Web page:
School board going after more magnets -, South Georgia News, Weather, Sports

School board going after more magnets

March 8, 2004

Albany- Seventh graders in Terri Satterfield's science class at Robert Cross Middle Magnet School were getting instructions for an upcoming project Monday afternoon.

"You're going to make your own invention," Satterfield told the group.

Coming up with those inventions shouldn't be hard for the students. They're some of the highest performing middle schoolers in the state.

"Students are also taught at a high average level, so that's the expectation that's there and it pulls those up that really need to be pulled up," said Sue Gerst, the technology education teacher.

The magnet program at Robert Cross is based on citizenship and discipline. It's a formula that works year after year. Administrators think a similar formula could be just as successful in other schools.

"We've got award winning magnets that are doing a wonderful job in educating our children," said Jayme Ivey, the magnet school organizer. "We need more."

So the board is applying for a $9 million federal grant. If they get the grant, it will help pay for equipment and teacher training to develop six more magnet schools.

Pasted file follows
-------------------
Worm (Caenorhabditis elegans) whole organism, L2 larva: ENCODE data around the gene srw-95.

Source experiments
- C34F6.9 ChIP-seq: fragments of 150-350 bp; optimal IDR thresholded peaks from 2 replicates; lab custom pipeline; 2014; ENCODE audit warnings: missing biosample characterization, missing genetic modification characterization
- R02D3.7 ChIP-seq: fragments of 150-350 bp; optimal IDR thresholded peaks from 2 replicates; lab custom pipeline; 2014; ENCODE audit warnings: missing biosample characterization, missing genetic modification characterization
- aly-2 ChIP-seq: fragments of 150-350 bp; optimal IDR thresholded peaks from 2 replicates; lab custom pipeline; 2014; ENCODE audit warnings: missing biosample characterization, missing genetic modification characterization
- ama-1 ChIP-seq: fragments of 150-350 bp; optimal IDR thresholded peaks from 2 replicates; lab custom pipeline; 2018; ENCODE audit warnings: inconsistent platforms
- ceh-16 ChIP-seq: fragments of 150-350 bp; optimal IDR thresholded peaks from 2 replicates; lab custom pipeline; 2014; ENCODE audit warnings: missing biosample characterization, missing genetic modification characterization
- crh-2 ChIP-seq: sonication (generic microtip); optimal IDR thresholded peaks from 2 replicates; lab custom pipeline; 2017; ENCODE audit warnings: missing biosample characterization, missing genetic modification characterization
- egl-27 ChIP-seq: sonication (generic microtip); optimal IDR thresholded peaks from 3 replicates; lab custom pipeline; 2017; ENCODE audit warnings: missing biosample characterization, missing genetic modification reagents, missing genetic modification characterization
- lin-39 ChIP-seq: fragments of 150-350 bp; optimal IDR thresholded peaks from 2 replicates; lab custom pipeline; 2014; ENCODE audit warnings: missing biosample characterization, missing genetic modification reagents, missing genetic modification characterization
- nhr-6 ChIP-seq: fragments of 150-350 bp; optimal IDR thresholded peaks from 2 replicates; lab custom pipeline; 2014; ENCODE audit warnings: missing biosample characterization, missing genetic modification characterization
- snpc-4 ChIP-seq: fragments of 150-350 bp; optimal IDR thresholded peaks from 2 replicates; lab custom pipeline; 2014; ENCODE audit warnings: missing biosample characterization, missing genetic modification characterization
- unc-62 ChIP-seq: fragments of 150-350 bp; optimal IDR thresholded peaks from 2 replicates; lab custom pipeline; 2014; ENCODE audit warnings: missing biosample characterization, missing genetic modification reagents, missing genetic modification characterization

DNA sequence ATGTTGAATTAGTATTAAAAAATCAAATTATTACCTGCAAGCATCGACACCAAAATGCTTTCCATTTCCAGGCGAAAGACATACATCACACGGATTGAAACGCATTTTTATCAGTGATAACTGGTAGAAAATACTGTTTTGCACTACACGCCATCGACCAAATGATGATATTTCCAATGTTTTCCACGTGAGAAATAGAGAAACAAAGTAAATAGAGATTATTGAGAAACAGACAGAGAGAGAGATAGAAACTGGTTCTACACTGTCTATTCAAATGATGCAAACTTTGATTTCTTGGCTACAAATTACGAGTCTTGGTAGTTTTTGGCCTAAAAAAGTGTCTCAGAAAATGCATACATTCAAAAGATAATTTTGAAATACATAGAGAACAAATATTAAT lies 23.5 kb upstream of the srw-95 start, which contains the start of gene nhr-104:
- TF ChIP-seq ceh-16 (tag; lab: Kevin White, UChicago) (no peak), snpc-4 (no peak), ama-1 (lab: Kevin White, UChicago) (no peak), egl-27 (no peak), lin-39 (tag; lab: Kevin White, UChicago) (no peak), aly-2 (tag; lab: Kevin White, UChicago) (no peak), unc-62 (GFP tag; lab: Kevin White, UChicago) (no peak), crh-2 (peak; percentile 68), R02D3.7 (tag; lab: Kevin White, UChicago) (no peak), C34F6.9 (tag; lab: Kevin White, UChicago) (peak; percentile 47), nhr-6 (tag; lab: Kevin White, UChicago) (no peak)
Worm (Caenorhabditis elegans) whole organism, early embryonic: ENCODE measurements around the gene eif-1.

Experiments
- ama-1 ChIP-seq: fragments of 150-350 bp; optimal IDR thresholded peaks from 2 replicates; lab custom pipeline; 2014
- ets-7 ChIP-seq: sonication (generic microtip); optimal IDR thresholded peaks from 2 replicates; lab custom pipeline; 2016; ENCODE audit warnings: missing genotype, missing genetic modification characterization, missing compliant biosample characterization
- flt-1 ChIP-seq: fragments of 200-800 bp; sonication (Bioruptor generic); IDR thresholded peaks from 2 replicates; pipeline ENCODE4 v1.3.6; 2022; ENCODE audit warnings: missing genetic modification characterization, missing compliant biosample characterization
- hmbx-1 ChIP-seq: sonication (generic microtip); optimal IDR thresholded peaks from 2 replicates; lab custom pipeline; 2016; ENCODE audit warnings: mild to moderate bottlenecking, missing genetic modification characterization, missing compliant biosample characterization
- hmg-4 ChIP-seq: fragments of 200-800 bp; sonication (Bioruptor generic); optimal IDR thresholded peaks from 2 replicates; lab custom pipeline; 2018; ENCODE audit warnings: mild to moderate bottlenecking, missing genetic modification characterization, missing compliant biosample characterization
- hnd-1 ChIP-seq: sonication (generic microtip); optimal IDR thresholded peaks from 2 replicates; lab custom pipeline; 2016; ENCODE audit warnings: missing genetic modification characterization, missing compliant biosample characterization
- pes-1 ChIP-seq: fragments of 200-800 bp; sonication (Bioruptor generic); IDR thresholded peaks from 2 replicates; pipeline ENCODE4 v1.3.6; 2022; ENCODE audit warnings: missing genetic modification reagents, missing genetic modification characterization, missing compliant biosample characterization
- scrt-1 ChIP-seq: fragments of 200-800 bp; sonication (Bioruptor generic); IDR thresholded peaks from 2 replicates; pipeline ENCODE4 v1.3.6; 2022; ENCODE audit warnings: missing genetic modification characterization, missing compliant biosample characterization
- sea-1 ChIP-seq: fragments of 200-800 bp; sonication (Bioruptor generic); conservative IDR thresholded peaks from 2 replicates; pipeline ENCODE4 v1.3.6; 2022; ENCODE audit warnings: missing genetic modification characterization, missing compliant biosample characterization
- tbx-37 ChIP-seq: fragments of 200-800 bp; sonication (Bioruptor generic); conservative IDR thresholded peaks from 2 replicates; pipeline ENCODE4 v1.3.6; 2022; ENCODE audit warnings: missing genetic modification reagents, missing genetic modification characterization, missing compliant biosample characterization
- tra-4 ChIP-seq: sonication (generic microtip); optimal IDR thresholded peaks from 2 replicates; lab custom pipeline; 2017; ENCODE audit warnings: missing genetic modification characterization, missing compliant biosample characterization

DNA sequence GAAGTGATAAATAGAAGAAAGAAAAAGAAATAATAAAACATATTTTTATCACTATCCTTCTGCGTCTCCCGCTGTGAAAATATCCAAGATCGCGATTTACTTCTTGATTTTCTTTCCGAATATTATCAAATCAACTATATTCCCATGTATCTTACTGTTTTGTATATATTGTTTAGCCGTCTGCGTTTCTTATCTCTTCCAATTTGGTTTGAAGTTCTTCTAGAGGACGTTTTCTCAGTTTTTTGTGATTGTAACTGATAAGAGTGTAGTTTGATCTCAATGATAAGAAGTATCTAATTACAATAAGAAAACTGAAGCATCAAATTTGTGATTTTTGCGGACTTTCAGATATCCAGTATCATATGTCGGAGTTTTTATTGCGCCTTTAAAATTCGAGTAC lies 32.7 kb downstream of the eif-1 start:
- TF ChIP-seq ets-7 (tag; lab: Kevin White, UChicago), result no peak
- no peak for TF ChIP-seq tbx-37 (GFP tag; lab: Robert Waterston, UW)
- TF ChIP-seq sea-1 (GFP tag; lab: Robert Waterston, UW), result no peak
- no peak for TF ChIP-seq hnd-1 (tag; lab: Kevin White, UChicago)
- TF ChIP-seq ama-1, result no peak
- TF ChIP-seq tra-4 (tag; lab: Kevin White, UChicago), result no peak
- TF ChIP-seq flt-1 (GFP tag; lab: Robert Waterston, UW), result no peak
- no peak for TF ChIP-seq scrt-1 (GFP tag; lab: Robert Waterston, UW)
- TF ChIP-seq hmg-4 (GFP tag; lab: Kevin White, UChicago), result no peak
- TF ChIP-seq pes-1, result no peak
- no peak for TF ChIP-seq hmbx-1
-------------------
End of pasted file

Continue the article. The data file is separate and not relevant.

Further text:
"We've got to look at education differently," Ivey said. "We can't educate today's children with yesterday's technology and yesterday's strategies."

The programs will be different from this one at Robert Cross. But the result should be the same.

"It's just our goals and expectations for them," Gerst said. "Teachers' goals, administrators' goals, board of education's goals because they allow us to have this particular program here."

So whether they're working with robotics, testing lasers or getting ready to be inventors, the goal is to have them as prepared as possible to go out into the world.

If the school system gets the grant, the magnet programs would be different from Robert Cross Magnet School. Lamar Reese elementary would further develop its fine arts magnet, and Radium Middle would become a fine arts center.

Mock Road elementary and Dougherty Middle would be international studies magnet programs. Those students would flow into Dougherty High's fine arts and international studies programs.

Monroe High would be a math and pre-engineering magnet school.

The School Board will find out in June if they'll get the grant. The schools would still offer general curriculum for students who don't want to be part of the magnet programs.

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